Chronic nonhealing wounds cause significant morbidity and mortality and remain a challenging condition to treat. Regenerative wound surgery involves operative debridement of wounds to remove dead and healing- impaired tissue and bacterial contamination and, subsequently, the application of regenerative medicine treatments to accelerate healing. Regenerative treatments aim to restore native tissue structure and function by targeting biological mechanisms underlying impaired healing. A wide range of regenerative modalities are used for treating chronic and complex wounds, including decellularized scaffolds, living engineered donor tissues, autologous stem cells, and recombinant growth factors. Each of these modalities has specific and sometimes complex requirements for implementation. The advanced wound care team, including OR staff members, should be aware of how these products are used and regulated. This article highlights some of the common and emerging regenerative treatments that are applied in wound surgery and focuses on how the products are used practically in the OR.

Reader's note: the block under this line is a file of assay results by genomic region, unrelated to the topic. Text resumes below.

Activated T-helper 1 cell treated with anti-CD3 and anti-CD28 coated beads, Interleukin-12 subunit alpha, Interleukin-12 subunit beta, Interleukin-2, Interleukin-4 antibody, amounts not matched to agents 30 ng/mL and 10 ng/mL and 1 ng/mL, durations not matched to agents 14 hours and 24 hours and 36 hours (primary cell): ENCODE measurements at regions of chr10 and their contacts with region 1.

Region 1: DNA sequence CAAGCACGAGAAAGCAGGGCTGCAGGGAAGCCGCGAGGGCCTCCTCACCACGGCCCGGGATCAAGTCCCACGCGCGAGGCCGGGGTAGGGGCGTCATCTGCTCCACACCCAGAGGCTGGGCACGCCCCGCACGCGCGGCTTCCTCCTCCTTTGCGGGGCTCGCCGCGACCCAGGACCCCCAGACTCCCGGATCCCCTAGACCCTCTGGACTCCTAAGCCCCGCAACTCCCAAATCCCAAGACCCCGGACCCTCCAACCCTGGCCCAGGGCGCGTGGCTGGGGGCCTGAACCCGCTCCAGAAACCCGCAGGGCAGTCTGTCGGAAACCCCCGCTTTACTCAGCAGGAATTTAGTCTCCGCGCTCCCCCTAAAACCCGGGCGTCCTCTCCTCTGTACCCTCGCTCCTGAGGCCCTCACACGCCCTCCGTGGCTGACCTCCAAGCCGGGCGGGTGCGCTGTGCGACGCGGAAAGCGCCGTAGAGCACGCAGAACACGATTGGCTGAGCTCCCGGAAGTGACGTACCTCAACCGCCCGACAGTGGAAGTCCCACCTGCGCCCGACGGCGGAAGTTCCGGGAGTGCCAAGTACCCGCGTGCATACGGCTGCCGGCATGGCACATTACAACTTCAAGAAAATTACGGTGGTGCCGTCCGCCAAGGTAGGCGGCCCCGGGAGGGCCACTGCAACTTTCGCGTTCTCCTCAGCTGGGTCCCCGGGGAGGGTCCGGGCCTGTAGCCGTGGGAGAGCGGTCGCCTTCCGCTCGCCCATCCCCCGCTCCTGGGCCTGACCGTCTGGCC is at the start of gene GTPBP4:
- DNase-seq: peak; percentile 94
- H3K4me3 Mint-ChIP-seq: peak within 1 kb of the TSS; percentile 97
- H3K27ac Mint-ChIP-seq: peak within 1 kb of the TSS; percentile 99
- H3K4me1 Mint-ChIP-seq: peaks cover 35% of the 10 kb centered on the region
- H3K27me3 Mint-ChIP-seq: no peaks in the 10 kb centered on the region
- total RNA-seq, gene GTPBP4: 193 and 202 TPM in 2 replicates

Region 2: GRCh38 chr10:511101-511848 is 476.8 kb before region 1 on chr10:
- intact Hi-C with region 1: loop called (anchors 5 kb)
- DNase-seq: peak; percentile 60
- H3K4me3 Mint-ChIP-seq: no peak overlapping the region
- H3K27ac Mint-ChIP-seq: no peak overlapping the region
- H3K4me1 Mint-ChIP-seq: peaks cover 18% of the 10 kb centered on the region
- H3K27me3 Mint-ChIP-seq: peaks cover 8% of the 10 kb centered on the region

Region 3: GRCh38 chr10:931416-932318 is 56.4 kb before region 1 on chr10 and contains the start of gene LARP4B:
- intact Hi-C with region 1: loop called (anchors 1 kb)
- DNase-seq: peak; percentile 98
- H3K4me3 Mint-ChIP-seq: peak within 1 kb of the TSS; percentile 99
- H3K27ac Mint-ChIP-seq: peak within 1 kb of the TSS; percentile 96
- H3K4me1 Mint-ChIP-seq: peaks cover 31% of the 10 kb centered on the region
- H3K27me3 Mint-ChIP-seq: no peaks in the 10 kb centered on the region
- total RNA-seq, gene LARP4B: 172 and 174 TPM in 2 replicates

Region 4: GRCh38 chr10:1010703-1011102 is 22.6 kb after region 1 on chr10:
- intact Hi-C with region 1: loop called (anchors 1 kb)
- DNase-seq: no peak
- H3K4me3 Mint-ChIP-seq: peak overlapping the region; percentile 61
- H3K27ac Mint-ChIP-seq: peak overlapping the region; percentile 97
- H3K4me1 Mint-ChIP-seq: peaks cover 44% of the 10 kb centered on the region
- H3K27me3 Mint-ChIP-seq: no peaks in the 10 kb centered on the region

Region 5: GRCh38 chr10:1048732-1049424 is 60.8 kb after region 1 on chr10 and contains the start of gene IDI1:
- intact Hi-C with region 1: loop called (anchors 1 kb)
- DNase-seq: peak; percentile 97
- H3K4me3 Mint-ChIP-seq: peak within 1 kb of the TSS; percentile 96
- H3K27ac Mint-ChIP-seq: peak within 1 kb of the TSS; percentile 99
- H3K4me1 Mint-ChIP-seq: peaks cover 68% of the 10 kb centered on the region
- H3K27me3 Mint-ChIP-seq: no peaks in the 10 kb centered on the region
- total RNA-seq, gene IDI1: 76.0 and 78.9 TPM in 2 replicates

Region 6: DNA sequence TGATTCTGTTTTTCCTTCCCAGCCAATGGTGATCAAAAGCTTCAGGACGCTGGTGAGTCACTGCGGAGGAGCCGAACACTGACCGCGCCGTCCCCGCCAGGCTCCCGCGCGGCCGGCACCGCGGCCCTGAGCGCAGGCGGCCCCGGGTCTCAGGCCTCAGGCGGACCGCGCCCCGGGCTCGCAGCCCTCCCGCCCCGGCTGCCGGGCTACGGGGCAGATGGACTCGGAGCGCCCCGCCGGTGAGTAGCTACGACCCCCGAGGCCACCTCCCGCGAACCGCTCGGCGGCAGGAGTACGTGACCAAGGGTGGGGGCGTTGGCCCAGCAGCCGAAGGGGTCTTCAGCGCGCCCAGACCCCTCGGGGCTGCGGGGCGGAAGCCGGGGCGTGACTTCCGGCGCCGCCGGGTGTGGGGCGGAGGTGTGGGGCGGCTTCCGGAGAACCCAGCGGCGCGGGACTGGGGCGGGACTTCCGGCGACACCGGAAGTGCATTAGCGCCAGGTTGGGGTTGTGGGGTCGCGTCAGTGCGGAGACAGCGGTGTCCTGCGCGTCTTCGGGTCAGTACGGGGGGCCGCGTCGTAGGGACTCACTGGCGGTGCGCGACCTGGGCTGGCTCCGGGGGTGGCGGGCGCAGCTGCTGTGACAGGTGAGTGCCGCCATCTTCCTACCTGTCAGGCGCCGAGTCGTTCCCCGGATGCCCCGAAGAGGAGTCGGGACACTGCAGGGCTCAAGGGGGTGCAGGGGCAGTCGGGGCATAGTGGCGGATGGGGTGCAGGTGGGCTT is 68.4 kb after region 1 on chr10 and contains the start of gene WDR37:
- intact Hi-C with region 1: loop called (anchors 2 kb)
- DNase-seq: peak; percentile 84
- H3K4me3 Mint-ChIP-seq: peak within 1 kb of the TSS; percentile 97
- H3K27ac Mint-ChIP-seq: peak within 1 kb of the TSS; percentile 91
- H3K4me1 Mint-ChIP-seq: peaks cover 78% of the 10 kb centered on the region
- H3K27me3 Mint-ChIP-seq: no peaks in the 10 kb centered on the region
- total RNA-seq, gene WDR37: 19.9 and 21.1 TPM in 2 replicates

Key words: chronic wounds, wound surgery, regenerative medicine, cell therapy, venous leg ulcers.